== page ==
Seasonal Sadness: Identifying and Treating SAD
It’s that time of year when sunshine may be hard to come by, when you wake up in the dark and leave work when it’s dark. When it’s often too cold to go outside for an after-dinner walk with the family dog. It’s easy to feel claustrophobic. You may begin planning next summer’s vacation just so you can look at photos of the beach and people enjoying being out in the sun.
For people who suffer from seasonal affective disorder (SAD), winter is a time of unrelieved sadness and misery. Depression becomes a fact of life, and just getting out of bed in the morning becomes a source of anguish. SAD can be a debilitating condition, one that’s sometimes difficult to diagnose, though awareness of the condition among healthcare professionals has grown considerably. And there are a number of strategies that provide effective treatment. Midnight News offers these resources.
Physicians and mental health professionals today do thorough physical examinations and psychological screenings to determine whether a depressed individual is suffering from SAD to rule out other conditions that may exhibit similar symptoms. In some cases, depression is a symptom of some physical problem, such as a thyroid gland that’s functioning improperly. If SAD is the diagnosis, treatment may involve psychotherapy, supplemental light therapy, or medication.
Because SAD is tied to a lack of exposure to natural light, light treatment is often effective since it involves exposure to a light box, which simulates sunlight and sets off a reaction in the brain that affects mood. In many cases, patients turn on a light box when they wake up in the morning. It’s an effective treatment therapy, though it can take several days before it takes effect. Many people purchase a light box to use at work, especially if they’re in an office that gets no sunlight.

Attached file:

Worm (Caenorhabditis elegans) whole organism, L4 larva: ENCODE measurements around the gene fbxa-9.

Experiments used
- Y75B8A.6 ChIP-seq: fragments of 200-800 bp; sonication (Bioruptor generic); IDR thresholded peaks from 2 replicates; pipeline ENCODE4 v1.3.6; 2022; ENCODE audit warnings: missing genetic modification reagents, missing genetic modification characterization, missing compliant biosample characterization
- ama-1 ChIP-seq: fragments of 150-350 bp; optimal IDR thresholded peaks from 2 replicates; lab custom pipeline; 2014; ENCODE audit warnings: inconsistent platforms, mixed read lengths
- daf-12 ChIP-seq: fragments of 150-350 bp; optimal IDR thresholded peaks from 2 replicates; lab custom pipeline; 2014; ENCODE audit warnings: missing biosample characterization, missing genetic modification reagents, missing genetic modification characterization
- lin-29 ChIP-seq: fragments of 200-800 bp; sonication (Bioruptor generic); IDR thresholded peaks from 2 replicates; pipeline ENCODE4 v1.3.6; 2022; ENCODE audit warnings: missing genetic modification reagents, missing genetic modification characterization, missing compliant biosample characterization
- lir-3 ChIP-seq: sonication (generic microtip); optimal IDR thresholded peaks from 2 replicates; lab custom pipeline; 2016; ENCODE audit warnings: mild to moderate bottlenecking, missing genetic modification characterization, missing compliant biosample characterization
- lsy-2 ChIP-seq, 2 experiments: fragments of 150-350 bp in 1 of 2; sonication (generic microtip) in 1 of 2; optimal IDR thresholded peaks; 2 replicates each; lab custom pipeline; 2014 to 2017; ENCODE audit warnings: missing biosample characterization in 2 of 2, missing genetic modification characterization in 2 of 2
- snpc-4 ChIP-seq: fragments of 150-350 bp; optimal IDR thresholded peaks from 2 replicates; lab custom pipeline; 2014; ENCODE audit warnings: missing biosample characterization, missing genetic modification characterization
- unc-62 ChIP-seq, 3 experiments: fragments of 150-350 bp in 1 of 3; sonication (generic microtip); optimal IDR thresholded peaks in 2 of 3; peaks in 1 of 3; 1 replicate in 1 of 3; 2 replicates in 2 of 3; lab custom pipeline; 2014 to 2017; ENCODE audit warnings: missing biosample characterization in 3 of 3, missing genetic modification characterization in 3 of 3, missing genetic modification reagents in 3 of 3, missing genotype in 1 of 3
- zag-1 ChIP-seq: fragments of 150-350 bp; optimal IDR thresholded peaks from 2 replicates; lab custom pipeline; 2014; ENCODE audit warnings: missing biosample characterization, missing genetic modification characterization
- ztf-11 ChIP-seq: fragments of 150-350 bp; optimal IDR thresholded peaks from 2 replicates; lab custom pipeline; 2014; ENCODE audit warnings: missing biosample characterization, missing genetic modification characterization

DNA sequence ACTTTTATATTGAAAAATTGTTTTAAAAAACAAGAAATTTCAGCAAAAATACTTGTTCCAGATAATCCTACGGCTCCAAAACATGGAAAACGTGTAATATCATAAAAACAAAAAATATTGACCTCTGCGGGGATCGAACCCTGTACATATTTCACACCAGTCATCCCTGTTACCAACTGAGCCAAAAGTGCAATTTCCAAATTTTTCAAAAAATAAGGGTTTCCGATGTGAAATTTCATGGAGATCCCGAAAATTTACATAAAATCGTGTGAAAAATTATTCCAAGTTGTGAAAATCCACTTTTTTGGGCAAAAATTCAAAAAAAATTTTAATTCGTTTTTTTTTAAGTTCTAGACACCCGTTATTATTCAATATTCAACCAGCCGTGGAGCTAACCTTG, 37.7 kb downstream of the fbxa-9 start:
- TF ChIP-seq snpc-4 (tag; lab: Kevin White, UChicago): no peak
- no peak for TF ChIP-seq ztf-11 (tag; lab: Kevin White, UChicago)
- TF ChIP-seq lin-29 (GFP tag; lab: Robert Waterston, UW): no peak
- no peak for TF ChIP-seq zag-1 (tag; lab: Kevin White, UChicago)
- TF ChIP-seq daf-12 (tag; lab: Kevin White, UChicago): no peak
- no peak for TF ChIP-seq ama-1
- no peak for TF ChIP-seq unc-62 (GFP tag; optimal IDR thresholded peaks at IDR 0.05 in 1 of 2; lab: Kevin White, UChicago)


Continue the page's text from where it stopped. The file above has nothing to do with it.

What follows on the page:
Self-care is always an important strategy for maintaining a healthy outlook and a strong sense of well-being. There are many self-care strategies that are helpful in SAD cases. Meditation can be a very effective self-care approach because it elevates mood. It’s a mental discipline that can be practiced anywhere, but for optimal results, consider setting up a meditation space at home that’s quiet and facilitates focus and concentration. Meditation helps make a mind-body connection.
Arrange your meditation space so that it optimizes natural light and incorporates other natural elements, such as green houseplants and photos or artwork portraying natural scenery. Your aim in setting up a meditation space should be to avoid any mental distractions. Massage therapy is another effective self-care approach that improves your outlook through relaxation, helping you overcome tension that can contribute to stress and anxiety.
SAD and Substance Abuse
SAD can significantly exacerbate substance use issues, as individuals often turn to substances as a coping mechanism for the depressive symptoms associated with this disorder. The diminished light and shorter days of winter can lead to increased feelings of sadness, lethargy, and isolation, potentially triggering or intensifying substance use as a form of self-medication. Recognizing this pattern is a crucial first step, and it might be time to investigate the best treatment options available to you.